March 19, 2023 Essay: I Am a Sinner
In the now famous interview with Pope Francis in 2013—a few months after he was elected Pope—the editor of an Italian Catholic journal began by asking the Pope: “Who is Jorge Mario Bergoglio?”. The editor wrote: “The Pope stares at me in silence. I ask him if this is a question that I am allowed to ask. He nods that it is, and he tells me: ‘I do not know what might be the most fitting description. I am a sinner. This is the most accurate definition. It is not a figure of speech, a literary genre. I am a sinner. I am a sinner whom the Lord has looked upon. And he repeats: “I am one who is looked upon by the Lord. I always felt my motto, Miserando atque Eligendo (By Having Mercy and By Choosing Him), was very true for me.”
For me, the Pope’s answer identifies him as a son of St. Ignatius. At the beginning of our formation in the Society of Jesus, every novice enters into a 30-day prayer experience based on the Spiritual Exercises of St. Ignatius. In those initial days, the young Jesuit is asked to pray for a deep awareness of his sins and for the gift of a growing and intense sorrow for them. This grace is so important to St. Ignatius that the individual is asked not to proceed to prayer over the life and ministry of Jesus (which is the usual next step) until there is some sign that this grace has been given. As a Jesuit for over sixty years, I can confidently say that no progress in the Christian life can be made until one is aware beyond doubt that he/she is a sinner in great need of God.
We have a sacrament for that. It used to be called “Confession” or “Penance.”
The more proper designation today is “Reconciliation,” which suggests the restoring of friendship. The word “reconciliation” highlights what is most important about the sacrament and what God does in the sacrament.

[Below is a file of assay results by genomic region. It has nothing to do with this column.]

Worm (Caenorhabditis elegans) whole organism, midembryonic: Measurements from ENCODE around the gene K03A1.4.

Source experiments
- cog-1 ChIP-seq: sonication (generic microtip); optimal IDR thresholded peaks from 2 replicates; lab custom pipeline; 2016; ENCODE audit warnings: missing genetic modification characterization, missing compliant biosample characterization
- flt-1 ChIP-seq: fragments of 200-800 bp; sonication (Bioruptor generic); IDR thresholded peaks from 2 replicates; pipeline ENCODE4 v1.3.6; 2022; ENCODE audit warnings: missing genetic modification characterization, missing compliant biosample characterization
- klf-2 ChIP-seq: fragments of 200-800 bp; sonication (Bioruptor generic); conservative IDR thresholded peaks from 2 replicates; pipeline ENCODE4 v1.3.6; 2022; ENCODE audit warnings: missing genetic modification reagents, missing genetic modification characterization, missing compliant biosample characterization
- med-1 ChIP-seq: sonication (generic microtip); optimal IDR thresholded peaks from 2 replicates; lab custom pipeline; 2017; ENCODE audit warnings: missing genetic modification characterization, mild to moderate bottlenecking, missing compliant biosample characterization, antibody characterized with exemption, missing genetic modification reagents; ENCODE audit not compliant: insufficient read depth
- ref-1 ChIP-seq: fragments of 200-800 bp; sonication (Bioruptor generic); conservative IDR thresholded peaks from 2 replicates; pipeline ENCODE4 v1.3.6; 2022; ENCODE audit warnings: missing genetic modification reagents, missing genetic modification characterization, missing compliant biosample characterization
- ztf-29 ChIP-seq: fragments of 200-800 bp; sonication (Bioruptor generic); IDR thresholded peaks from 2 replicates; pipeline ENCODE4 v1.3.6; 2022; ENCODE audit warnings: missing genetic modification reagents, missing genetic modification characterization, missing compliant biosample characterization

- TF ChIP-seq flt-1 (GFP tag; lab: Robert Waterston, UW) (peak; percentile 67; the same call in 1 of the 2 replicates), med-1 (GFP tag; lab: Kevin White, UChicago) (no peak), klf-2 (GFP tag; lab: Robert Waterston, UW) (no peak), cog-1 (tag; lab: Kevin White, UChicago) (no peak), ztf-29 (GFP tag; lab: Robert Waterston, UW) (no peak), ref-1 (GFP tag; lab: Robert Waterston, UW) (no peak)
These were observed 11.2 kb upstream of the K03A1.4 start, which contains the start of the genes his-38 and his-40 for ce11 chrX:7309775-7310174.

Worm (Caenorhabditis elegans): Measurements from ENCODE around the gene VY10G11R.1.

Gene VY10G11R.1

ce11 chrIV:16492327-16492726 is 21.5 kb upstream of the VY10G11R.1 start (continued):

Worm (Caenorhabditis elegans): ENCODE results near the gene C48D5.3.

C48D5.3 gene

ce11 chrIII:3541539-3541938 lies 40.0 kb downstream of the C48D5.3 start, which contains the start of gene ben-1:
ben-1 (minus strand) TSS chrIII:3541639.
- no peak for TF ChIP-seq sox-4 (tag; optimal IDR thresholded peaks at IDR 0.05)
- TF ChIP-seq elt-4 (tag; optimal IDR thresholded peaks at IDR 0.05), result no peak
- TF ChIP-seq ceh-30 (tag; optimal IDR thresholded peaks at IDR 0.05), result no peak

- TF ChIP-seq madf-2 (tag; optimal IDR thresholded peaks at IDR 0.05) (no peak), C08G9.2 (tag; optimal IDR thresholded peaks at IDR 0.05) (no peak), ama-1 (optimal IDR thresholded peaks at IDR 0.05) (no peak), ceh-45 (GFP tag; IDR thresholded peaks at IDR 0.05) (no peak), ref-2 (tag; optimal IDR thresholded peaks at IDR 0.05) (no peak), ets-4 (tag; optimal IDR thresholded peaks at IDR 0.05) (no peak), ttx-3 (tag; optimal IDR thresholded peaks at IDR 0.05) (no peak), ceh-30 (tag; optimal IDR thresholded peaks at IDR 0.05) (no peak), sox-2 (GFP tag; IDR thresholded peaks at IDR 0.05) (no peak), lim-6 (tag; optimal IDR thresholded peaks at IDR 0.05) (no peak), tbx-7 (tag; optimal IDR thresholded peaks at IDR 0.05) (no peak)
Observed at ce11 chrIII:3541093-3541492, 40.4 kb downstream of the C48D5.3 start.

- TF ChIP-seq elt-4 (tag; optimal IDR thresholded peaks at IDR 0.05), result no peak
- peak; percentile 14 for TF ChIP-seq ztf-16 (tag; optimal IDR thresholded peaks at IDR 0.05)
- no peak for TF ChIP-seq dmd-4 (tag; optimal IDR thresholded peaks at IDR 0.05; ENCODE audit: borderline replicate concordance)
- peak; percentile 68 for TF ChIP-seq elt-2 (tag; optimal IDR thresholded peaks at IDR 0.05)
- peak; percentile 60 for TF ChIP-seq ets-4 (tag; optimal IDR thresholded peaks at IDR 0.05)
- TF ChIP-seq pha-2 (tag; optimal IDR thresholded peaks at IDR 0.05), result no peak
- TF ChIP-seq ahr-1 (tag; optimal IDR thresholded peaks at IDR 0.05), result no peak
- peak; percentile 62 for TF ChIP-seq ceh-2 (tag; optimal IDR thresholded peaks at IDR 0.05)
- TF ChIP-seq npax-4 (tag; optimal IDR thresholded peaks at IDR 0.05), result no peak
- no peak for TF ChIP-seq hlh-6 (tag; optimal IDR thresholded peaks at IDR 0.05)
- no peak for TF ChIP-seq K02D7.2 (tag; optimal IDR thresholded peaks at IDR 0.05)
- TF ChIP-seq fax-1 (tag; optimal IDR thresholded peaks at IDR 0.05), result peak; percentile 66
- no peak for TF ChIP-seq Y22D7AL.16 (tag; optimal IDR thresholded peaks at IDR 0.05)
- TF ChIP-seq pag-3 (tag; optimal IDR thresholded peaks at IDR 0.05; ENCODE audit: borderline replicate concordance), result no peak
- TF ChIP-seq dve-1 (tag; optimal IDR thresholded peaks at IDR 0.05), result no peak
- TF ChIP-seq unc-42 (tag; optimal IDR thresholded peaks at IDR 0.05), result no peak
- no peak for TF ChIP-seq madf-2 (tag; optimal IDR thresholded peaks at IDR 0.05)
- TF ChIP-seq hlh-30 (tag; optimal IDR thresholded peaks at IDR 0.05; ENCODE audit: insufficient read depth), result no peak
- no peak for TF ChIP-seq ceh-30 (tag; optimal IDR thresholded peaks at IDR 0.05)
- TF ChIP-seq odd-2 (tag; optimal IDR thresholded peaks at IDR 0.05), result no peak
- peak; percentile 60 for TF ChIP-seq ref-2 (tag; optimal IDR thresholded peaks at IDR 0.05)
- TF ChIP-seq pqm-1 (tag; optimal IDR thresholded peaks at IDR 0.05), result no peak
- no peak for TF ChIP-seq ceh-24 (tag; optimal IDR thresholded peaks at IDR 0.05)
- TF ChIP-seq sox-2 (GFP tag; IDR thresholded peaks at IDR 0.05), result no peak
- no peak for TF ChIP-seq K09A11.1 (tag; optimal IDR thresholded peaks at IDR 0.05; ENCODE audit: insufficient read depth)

About twelve years ago, dioceses throughout the country began the practice of designating one day in Advent, and one day in Lent, as “A Day of Reconciliation.” Parish priests are asked to make the sacrament available throughout the day. Here at St. Ignatius, with the help of Jesuits from the community on 83rd Street, we will be offering the sacrament to individuals on Monday, April 3rd, from 3 PM to 5 PM, and from 6 PM to 8 PM.
Sinfulness is never a private and individual matter. My sins are always disruptive to my relationships in the larger community. Whenever I sin, the whole body of the Church is weakened. We probably don’t think enough about this. When I experience the sacrament in the company of other repentant sinners, I may have a deeper experience of the reality that we are saved as members of a community, not as isolated individuals.
The Sacrament of Reconciliation calls us back to a closer relationship with God and with the community of the Church. Every Catholic has the right to hear God’s forgiveness announced personally: “The Lord has freed you from your sins. Go in peace.” If it has been some time since you last heard those healing words, I invite you to come to the Archdiocesan Day of Reconciliation here on Monday, April 3rd.
— Rev. William J. Bergen, S.J., Senior Priest